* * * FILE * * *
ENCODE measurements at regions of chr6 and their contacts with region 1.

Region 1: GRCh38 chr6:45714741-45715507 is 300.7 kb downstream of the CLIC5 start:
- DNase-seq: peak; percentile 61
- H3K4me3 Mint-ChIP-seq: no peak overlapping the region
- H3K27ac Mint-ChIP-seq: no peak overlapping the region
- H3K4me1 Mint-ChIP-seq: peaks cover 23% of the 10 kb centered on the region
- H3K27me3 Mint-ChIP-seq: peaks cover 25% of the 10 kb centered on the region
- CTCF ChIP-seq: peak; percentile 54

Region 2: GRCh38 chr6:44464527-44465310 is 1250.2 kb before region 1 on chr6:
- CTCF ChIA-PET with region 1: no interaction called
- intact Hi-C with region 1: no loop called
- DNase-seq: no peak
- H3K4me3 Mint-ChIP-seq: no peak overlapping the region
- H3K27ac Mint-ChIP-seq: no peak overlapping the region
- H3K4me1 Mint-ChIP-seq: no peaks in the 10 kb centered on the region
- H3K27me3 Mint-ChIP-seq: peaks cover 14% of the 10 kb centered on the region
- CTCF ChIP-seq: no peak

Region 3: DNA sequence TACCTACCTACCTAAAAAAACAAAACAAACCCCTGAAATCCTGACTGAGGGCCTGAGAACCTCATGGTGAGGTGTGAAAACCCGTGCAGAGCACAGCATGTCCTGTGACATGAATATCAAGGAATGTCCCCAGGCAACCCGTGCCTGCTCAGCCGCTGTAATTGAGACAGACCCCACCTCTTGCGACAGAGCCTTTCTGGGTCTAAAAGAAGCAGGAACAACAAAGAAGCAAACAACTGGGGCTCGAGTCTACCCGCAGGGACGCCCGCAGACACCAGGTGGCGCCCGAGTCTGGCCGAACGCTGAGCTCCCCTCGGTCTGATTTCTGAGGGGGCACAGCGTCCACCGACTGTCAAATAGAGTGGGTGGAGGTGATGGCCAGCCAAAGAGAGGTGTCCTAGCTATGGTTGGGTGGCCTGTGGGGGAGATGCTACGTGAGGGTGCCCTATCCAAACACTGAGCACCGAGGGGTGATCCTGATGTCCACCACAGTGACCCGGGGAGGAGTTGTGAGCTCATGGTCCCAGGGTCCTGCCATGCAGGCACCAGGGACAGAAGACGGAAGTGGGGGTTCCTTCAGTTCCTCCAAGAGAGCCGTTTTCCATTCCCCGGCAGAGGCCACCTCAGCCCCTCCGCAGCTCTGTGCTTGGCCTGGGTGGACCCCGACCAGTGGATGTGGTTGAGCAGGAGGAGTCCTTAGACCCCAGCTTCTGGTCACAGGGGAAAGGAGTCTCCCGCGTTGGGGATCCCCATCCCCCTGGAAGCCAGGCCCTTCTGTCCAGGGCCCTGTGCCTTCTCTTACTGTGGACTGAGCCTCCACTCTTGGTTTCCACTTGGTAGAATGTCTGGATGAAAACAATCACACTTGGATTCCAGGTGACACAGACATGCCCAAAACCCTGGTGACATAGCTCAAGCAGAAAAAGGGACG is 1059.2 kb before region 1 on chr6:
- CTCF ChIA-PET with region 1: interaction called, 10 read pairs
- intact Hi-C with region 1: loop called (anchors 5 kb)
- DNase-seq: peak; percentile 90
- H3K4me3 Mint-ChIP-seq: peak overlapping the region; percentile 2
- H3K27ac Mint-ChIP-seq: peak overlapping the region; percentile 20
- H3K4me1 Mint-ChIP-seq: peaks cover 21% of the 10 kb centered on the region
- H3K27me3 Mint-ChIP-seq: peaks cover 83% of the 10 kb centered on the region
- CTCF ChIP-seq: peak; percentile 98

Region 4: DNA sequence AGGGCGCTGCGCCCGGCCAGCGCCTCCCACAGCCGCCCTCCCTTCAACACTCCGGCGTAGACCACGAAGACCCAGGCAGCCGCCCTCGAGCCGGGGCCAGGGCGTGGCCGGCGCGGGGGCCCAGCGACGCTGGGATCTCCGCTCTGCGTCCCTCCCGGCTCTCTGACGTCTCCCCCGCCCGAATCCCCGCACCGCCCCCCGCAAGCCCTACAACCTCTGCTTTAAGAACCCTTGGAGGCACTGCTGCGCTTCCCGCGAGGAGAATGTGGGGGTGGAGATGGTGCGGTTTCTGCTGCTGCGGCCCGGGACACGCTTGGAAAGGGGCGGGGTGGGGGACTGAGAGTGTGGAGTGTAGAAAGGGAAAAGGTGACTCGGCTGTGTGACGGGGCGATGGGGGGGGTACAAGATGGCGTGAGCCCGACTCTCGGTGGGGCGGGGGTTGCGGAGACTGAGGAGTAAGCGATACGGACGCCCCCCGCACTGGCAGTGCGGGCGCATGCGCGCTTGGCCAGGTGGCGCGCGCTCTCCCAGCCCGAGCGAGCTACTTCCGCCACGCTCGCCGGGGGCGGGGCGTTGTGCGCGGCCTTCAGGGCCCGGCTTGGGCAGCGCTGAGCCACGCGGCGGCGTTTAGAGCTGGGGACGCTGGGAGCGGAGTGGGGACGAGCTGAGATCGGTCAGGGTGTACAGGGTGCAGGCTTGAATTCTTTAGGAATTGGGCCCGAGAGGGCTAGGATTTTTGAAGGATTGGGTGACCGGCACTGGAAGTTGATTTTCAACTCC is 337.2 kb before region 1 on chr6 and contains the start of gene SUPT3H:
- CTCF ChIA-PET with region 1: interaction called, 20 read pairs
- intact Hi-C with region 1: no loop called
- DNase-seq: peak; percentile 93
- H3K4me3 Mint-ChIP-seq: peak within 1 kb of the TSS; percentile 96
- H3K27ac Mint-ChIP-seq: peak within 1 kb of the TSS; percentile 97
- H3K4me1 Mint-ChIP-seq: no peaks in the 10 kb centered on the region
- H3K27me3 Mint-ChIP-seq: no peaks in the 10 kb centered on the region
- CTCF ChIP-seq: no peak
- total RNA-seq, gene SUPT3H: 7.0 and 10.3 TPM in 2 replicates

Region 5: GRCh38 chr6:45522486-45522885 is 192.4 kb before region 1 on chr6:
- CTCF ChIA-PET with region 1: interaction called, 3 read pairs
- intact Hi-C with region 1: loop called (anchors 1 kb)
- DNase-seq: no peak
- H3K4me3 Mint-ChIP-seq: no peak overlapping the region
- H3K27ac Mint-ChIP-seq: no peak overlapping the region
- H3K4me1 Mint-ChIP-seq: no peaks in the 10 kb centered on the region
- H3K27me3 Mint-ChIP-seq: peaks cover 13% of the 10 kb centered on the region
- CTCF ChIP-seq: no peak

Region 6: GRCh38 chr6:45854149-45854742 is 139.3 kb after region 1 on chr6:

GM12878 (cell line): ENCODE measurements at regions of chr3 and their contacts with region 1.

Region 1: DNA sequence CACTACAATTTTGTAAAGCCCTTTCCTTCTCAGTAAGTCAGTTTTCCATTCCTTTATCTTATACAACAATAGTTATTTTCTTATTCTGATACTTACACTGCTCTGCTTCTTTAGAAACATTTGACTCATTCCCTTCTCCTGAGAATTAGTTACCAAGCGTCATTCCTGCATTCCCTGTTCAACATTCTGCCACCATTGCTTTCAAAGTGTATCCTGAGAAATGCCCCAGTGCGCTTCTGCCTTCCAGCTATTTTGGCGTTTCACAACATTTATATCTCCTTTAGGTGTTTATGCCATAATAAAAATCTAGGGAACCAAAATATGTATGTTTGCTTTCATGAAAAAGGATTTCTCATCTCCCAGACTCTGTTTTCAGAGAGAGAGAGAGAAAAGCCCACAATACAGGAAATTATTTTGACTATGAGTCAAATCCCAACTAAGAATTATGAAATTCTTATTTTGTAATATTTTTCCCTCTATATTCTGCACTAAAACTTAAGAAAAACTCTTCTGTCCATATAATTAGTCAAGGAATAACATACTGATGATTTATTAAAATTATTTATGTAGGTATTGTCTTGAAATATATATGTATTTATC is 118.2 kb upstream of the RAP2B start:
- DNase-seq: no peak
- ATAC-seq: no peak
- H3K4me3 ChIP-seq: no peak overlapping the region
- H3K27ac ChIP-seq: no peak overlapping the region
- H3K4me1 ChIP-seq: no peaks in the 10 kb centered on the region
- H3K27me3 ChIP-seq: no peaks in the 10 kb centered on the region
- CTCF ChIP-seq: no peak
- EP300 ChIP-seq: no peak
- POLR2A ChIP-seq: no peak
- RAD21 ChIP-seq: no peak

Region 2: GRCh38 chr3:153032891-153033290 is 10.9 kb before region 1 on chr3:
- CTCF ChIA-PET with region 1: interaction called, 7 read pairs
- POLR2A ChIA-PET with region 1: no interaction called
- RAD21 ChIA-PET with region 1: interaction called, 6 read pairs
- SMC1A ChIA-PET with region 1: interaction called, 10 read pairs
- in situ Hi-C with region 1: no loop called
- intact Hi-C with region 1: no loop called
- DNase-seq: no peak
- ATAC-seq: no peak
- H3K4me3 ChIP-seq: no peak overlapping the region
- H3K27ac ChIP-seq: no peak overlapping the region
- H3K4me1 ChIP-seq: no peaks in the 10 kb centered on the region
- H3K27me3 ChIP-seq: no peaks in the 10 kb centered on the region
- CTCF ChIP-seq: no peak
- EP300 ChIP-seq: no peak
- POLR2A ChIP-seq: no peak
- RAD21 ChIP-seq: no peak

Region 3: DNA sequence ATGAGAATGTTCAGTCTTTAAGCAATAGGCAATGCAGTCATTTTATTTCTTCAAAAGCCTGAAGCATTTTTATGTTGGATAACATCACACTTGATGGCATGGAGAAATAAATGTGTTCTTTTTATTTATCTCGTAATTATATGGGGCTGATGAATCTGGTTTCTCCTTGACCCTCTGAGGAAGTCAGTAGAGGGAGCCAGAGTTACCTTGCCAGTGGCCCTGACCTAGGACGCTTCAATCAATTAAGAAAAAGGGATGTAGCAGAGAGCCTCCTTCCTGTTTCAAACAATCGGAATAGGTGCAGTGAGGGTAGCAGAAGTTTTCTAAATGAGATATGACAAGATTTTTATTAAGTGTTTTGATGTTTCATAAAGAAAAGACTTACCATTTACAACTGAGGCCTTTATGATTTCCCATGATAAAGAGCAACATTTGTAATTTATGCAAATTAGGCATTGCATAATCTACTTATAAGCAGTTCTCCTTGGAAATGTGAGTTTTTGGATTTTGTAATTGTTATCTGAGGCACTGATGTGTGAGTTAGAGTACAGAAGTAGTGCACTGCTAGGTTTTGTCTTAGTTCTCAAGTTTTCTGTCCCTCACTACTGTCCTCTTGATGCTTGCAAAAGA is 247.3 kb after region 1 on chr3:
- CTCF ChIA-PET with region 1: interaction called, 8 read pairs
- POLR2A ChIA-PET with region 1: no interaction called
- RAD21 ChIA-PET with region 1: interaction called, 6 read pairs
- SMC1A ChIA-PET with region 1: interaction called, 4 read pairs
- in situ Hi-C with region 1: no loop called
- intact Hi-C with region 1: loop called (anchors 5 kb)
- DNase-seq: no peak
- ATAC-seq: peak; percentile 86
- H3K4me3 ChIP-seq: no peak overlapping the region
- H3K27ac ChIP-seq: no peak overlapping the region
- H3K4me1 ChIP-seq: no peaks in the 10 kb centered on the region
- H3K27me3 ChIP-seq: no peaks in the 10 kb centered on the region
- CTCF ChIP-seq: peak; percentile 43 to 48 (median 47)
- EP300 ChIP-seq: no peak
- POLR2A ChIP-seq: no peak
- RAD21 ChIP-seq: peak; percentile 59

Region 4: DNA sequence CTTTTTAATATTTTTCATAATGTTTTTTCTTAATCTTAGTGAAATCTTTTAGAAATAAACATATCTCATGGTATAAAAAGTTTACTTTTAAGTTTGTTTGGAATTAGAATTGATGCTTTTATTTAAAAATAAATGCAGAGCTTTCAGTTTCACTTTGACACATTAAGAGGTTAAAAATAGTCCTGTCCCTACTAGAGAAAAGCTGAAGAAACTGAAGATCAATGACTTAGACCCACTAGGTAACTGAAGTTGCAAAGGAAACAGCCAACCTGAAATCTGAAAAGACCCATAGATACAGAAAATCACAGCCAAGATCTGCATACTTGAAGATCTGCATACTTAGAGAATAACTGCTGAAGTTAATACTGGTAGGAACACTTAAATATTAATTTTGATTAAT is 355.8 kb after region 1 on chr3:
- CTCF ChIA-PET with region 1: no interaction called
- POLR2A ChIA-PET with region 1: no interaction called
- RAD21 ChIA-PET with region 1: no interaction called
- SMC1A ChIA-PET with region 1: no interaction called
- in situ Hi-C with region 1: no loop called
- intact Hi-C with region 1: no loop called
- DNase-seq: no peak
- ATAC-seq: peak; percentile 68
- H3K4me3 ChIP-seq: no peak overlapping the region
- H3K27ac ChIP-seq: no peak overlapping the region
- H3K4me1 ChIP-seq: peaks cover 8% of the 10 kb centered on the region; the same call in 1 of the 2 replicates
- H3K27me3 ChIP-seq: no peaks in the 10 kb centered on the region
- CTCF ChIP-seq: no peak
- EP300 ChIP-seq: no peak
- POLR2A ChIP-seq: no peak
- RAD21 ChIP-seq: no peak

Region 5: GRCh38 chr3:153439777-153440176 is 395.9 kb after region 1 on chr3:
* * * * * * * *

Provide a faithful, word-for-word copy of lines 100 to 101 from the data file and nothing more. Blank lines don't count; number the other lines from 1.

- DNase-seq: no peak
- ATAC-seq: peak; percentile 68